By Rep. Lynne Williams
Labor Day left me thinking about solidarity. As a former member of three labor unions over my working years, one in New York, one in San Francisco and one in Maine, I know the meaning and importance of solidarity. When one member or a group of members need support, we are there for them. Whether it’s personal support or political support, the union – leadership and membership – shows solidarity and support.
Because I live on Frenchman Bay on the Maine coast, I have daily reminders of those who fish. As chair of the Harbor Committee of Bar Harbor, I work with the committee members to address issues that concern the bay and those who work on it. And as an opponent of the unwise American Aquafarms salmon farm application, I have made the acquaintance of many more fishing families who likewise oppose this project proposed for Frenchman Bay.
This necessarily brings me back to my thoughts on solidarity. The fishing families need our support and activism to address the harsh, and inadvisable, blow that they have been dealt by the federal government. The new NOAA regulations are thoughtless impositions on those who work on the water. More so, they are not only challenging, they are also likely to be impossible, or extremely costly, to comply with on many levels. As just one example, a four-month closure of part of Maine’s lobster fishery, will cause significant financial losses by many families. Likewise, the purchase and utilization of ropeless technology will incur significant expenditures by those same families who are losing income due to the shutdown.
The Maine lobster fishery has repeatedly made significant improvements to their practices and gear, including the implementation of weak link mandates in 1997 and again in 2007, resulting in not a single right whale entanglement attributed to Maine lobster fisheries in nearly two decades.
Now, back to solidarity. At the end of the 19th century, sociologist Emile Durkheim discussed two kinds of solidarity – mechanical and organic. Mechanical solidarity was based on sameness, solidarity between and among those who do similar work. Thus we see an outpouring of support for Maine fishing families from those who also fish, not just for lobster but for other products from the sea, such as seaweed. There is also a strong overlay of family networks and generational relationships.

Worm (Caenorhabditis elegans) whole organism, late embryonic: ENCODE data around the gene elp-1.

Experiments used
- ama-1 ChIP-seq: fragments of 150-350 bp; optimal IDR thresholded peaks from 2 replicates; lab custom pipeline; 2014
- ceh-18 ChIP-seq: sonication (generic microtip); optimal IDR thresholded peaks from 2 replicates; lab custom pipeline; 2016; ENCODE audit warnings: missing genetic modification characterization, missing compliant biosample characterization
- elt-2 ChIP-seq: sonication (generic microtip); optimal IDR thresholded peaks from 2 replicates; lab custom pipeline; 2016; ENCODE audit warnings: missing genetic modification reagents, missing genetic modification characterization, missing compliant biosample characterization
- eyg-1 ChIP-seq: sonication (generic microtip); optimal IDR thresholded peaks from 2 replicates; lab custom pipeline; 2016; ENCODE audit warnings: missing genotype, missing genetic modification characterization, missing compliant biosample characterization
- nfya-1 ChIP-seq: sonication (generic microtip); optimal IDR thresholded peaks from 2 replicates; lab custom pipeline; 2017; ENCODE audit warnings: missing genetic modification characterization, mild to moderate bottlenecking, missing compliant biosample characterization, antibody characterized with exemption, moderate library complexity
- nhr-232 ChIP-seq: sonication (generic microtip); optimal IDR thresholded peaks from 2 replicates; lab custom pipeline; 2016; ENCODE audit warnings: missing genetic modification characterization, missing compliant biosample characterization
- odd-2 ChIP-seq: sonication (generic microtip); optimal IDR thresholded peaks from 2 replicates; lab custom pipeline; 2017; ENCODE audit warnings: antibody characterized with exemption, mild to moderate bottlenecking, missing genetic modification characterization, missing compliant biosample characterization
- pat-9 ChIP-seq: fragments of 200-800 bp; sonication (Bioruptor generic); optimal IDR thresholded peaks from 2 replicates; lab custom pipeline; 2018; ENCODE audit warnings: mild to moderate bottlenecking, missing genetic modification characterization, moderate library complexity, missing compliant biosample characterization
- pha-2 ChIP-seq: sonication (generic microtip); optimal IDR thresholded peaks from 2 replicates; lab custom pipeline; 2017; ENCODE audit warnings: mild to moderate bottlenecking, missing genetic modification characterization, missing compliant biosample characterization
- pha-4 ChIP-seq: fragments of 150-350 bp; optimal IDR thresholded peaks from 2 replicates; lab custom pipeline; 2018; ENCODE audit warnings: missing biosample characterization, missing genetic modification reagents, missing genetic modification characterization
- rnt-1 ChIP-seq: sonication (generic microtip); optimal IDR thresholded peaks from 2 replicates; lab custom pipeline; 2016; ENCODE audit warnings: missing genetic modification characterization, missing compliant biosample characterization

Organic solidarity is more complex and is based on a division of labor. It is not based on sameness, such as the same job, or the same work location, such as the sea. Rather it is based on a sense of interdependence, even though significant differences exist. And it is finding common ground alongside those significant differences.
So don’t ever think that this is not your fight because you don’t fish. It is your fight because it impacts your friends and neighbors and, in many ways, your entire community. Solidarity is based not just on sameness but also on commonality alongside differences, and on interdependence. Those who fish supply a product purchased by a restaurant, not only where we eat but which also hires our daughter who tutors a classmate whose brother is a sternman….and on and on. And so, because we are them and they are us, we must show solidarity and join the fight to change the unwise and harmful NOAA rules. We can do nothing less for our brothers and sisters.
Lynne Williams is a member of the Maine House of Representatives representing the Towns of Bar Harbor, Lamoine and Mount Desert.